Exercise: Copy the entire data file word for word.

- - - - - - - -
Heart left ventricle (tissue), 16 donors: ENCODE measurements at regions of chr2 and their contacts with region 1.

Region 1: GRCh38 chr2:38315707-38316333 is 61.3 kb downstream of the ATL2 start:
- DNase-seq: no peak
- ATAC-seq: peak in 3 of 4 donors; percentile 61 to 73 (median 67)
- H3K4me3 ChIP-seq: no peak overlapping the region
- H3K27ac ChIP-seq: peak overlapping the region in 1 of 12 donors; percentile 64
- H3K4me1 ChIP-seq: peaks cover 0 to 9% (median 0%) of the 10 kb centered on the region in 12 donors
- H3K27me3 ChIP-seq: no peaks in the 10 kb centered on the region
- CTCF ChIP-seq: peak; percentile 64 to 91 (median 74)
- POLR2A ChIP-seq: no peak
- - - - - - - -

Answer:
Heart left ventricle (tissue), 16 donors: ENCODE measurements at regions of chr2 and their contacts with region 1.

Region 1: GRCh38 chr2:38315707-38316333 is 61.3 kb downstream of the ATL2 start:
- DNase-seq: no peak
- ATAC-seq: peak in 3 of 4 donors; percentile 61 to 73 (median 67)
- H3K4me3 ChIP-seq: no peak overlapping the region
- H3K27ac ChIP-seq: peak overlapping the region in 1 of 12 donors; percentile 64
- H3K4me1 ChIP-seq: peaks cover 0 to 9% (median 0%) of the 10 kb centered on the region in 12 donors
- H3K27me3 ChIP-seq: no peaks in the 10 kb centered on the region
- CTCF ChIP-seq: peak; percentile 64 to 91 (median 74)
- POLR2A ChIP-seq: no peak